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CWB100 900 MHz Wireless-Sensor Base
Services Available
Repair No
Calibration No
Free Support Yes


The CWB100 is the master radio you use in a Campbell Scientific wireless-sensor network. It polls and stores data from up to 50 wireless sensors, and then passes that data to a data logger. Its internal radio has a 902 to 918 MHz frequency range, which is used in the US and Canada.

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Benefits and Features

  • Internal frequency-hopping, spread-spectrum radio provides longer range and less interference
  • Polls and stores data from up to 50 wireless sensors
  • Configurable to fit your application


CWB100 with 15371 antenna (sold separately)
CWB100 with antenna (sold separately)
CWB100 with 15371 antenna (sold separately)
CWB100 with an antenna and wired to a CR1000 datalogger (items sold separately)

Detailed Description

The CWB100 base station is configured using an A205 CWS to PC Interface and Campbell Scientific’s Wireless Sensor Planner, Network Planner or Device Configuration Utility software. The data logger is programmed to interface with the CWB100 and determine a polling interval. After the polling interval has been received, the base station uses that information to poll the sensors prior to being polled by the data logger.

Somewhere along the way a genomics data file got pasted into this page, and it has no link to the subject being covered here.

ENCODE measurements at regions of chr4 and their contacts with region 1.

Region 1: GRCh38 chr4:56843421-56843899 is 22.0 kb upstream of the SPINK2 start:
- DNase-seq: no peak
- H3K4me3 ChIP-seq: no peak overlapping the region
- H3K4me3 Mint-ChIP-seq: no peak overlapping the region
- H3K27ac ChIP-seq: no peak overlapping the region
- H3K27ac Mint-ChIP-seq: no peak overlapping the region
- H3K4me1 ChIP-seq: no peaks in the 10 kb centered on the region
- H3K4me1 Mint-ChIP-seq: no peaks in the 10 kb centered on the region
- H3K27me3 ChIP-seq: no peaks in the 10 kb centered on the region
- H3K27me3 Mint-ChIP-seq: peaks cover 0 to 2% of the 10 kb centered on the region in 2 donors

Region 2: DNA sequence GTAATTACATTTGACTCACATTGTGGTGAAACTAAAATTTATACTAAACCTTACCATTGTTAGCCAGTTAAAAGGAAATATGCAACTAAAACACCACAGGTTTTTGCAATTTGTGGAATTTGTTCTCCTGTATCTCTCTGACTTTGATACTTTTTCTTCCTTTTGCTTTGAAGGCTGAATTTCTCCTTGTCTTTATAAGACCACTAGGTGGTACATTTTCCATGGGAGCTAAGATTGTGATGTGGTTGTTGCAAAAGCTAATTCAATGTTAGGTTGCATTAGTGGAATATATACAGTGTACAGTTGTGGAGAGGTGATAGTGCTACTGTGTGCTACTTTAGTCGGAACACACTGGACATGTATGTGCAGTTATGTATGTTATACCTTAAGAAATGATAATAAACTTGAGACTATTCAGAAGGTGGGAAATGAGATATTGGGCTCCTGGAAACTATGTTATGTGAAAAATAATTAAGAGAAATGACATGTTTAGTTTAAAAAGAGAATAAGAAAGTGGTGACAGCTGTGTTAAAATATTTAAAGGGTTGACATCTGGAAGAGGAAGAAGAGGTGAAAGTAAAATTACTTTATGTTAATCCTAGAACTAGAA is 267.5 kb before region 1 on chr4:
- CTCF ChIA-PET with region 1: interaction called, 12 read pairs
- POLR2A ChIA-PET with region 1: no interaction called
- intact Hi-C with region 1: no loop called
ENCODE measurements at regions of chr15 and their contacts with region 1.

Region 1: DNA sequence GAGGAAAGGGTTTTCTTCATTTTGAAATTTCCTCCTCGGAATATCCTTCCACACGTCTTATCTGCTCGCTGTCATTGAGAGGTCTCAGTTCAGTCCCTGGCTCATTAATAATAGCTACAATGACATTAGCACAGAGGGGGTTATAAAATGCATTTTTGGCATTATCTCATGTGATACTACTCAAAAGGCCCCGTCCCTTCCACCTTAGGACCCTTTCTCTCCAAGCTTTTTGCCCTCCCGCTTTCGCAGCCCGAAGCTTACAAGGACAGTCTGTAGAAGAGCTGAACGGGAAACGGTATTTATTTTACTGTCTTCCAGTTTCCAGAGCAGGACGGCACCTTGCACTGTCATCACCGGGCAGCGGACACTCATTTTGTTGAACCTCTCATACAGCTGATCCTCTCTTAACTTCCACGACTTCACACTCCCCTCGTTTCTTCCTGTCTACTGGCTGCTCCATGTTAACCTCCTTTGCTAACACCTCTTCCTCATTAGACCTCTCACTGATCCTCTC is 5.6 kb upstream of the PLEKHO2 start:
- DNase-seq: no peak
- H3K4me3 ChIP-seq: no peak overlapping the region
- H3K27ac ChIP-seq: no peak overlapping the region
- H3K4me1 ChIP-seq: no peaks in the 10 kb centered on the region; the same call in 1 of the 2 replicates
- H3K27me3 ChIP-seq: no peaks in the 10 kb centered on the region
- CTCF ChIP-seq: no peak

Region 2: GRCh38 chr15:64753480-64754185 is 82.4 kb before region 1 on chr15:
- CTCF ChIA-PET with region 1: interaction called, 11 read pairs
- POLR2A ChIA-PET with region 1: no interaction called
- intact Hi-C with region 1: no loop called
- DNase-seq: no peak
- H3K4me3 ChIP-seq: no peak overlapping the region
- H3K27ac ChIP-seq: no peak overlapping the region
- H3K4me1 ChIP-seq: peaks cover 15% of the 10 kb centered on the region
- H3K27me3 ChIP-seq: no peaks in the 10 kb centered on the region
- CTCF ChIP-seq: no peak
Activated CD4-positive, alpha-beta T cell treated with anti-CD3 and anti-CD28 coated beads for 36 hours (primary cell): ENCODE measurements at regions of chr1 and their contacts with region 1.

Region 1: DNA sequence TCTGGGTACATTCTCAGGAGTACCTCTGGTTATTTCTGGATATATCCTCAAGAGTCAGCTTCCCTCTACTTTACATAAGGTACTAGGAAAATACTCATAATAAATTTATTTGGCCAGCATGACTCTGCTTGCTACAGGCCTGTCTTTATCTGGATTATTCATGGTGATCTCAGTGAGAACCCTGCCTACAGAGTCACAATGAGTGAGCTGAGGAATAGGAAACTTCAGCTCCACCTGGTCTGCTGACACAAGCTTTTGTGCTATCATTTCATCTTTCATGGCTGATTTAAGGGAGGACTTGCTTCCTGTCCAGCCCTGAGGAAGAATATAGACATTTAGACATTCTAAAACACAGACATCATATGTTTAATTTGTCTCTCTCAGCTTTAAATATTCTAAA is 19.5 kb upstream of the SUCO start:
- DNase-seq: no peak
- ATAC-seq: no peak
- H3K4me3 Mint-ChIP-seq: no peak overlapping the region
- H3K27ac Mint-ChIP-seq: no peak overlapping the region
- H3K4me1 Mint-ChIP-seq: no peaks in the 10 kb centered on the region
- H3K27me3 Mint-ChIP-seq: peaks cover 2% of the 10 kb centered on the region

Why Wireless?

There are situations when it is desirable to make measurements in locations where the use of cabled sensors is problematic. Protecting cables by running them through conduit or burying them in trenches is time consuming, labor intensive, and sometimes not possible. Local fire codes may preclude the use of certain types of sensor cabling inside of buildings. In some applications measurements need to be made at distances where long cables decrease the quality of the measurement or are too expensive. There are also times when it is important to increase the number of measurements being made but the data logger does not have enough available channels left for attaching additional sensor cables.


Power Source Data logger
Voltage 4.5 to 22 Vdc
Operating Temperature Range -25° to +50°C
Operating Relative Humidity Range 0 to 100%
Standby Typical Current Drain < 1 mA (@ 12 Vdc)
Receive Typical Current Drain 10 mA (@ 12 Vdc)
Transmit Typical Current Drain 20 mA (@ 12 Vdc)
Communication Serial protocol or USB
Terminal Block Connector Bi-directional serial data logger connection
USB Port Computer connection for configuration
Antenna Connector RPSMA antenna connection
Memory Capacity Can store data table for up to 50 wireless sensors.
Dimensions 10.8 x 4.4 x 4.4 cm (4.25 x 1.75 x 1.75 in.)
Weight 140 g (5 oz)

Internal 25 mW FHSS Radio

Frequency 902 to 918 MHz
Where Used US and Canada
FHSS Channel 50
Transmitter Power Output 25 mW (+14 dBm)
Receiver Sensitivity -110 dBm (0.1% frame error rate)
Standby Typical Current Drain 3 μA
Receive Typical Current Drain 18 mA (full run)
Transmit Typical Current Drain 45 mA
Average Operating Current 15 μA (with 1-second access time)
Quality of Service Management RSSI
Additional Features GFSK modulation, data interleaving, forward error correction, data scrambling, RSSI reporting


Note: The following shows notable compatibility information. It is not a comprehensive list of all compatible or incompatible products.

Data Loggers